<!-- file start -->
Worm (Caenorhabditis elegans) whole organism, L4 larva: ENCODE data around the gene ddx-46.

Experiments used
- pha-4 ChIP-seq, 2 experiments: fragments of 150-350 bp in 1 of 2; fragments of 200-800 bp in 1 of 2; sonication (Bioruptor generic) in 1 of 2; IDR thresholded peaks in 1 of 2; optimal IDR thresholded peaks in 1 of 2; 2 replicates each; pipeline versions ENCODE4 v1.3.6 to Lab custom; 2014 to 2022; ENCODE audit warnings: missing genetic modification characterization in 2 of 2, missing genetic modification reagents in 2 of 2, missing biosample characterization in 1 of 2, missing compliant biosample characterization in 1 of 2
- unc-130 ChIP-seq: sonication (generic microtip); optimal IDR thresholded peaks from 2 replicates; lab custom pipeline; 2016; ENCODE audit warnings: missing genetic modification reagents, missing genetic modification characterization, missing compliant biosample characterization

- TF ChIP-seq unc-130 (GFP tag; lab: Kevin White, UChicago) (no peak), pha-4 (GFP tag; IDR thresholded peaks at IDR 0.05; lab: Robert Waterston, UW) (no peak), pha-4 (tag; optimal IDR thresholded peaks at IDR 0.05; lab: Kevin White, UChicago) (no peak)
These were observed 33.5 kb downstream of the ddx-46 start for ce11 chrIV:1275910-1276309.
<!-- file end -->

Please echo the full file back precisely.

Worm (Caenorhabditis elegans) whole organism, L4 larva: ENCODE data around the gene ddx-46.

Experiments used
- pha-4 ChIP-seq, 2 experiments: fragments of 150-350 bp in 1 of 2; fragments of 200-800 bp in 1 of 2; sonication (Bioruptor generic) in 1 of 2; IDR thresholded peaks in 1 of 2; optimal IDR thresholded peaks in 1 of 2; 2 replicates each; pipeline versions ENCODE4 v1.3.6 to Lab custom; 2014 to 2022; ENCODE audit warnings: missing genetic modification characterization in 2 of 2, missing genetic modification reagents in 2 of 2, missing biosample characterization in 1 of 2, missing compliant biosample characterization in 1 of 2
- unc-130 ChIP-seq: sonication (generic microtip); optimal IDR thresholded peaks from 2 replicates; lab custom pipeline; 2016; ENCODE audit warnings: missing genetic modification reagents, missing genetic modification characterization, missing compliant biosample characterization

- TF ChIP-seq unc-130 (GFP tag; lab: Kevin White, UChicago) (no peak), pha-4 (GFP tag; IDR thresholded peaks at IDR 0.05; lab: Robert Waterston, UW) (no peak), pha-4 (tag; optimal IDR thresholded peaks at IDR 0.05; lab: Kevin White, UChicago) (no peak)
These were observed 33.5 kb downstream of the ddx-46 start for ce11 chrIV:1275910-1276309.